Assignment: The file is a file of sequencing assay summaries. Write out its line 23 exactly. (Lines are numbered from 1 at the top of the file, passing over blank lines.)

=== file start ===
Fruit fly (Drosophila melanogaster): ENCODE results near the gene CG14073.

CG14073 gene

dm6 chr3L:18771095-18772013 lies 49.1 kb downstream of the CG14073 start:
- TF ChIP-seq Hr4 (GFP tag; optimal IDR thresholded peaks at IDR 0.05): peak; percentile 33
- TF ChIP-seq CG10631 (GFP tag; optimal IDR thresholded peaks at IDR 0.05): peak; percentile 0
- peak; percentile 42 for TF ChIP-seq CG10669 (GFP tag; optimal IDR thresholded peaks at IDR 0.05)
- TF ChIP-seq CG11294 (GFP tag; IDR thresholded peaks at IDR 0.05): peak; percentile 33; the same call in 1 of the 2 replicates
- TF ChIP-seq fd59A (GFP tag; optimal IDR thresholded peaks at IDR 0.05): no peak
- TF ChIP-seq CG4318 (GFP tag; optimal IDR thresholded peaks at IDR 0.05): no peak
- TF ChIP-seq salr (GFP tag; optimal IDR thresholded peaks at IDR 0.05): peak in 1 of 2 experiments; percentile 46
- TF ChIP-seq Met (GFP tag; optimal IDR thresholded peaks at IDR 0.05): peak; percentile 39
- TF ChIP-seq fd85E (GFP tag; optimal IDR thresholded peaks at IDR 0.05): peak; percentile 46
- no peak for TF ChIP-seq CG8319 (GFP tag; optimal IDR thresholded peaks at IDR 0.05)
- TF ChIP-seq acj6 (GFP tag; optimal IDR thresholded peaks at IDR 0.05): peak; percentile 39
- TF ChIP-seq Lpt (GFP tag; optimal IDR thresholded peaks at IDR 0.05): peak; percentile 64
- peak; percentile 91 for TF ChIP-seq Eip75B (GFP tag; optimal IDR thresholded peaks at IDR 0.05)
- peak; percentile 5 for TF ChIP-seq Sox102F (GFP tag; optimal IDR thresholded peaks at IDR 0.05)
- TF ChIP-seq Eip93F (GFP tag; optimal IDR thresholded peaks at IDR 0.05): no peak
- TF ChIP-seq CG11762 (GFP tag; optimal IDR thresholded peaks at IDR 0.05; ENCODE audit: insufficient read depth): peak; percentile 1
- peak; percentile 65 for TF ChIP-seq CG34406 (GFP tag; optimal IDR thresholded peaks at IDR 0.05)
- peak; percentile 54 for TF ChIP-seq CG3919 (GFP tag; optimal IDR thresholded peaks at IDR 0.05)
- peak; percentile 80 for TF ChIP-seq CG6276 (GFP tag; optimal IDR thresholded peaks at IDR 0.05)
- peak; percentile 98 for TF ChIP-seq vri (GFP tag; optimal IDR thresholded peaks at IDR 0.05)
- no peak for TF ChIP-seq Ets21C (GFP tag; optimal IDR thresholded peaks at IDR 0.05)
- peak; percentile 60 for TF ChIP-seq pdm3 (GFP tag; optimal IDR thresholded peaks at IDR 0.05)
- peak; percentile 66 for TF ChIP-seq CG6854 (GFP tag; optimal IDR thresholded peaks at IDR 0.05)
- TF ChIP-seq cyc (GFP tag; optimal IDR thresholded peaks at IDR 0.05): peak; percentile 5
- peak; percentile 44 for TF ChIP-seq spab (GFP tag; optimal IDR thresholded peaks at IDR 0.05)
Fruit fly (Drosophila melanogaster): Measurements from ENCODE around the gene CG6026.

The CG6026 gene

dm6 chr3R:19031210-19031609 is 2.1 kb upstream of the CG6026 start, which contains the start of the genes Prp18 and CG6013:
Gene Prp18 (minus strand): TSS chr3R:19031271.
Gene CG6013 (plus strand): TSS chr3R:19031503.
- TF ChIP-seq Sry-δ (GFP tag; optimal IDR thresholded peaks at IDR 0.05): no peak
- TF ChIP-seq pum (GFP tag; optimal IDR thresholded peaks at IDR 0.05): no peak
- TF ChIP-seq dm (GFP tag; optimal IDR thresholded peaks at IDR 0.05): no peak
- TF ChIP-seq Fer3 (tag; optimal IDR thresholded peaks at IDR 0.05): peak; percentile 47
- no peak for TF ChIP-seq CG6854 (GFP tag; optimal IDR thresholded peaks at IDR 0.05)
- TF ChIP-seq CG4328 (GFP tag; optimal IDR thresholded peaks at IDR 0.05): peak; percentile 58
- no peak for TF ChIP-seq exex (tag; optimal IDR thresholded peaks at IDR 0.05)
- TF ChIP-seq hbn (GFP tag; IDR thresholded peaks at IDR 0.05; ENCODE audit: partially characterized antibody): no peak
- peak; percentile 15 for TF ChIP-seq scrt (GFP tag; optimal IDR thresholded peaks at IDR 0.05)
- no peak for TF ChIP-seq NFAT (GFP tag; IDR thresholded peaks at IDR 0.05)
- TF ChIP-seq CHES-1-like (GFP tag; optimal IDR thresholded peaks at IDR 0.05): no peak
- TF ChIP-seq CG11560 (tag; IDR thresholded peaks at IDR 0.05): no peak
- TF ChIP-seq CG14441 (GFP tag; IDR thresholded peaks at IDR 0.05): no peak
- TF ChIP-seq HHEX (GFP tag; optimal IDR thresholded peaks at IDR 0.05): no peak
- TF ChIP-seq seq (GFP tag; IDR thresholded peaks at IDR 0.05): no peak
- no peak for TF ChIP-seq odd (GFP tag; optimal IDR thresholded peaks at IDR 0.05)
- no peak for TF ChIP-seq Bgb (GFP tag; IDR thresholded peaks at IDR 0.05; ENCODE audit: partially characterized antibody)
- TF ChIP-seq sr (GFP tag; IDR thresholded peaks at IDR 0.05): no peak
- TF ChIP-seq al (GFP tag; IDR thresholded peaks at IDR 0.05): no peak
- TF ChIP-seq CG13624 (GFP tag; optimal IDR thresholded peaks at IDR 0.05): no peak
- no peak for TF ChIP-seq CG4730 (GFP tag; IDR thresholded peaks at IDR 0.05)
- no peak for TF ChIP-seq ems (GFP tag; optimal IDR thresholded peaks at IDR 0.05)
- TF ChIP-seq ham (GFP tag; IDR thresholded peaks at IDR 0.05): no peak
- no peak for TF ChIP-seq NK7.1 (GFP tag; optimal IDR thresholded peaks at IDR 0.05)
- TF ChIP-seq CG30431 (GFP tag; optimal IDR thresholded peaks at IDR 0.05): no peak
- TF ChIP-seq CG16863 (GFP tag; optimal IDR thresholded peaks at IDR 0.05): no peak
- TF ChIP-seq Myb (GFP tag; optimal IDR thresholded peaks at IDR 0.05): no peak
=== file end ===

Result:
- peak; percentile 98 for TF ChIP-seq vri (GFP tag; optimal IDR thresholded peaks at IDR 0.05)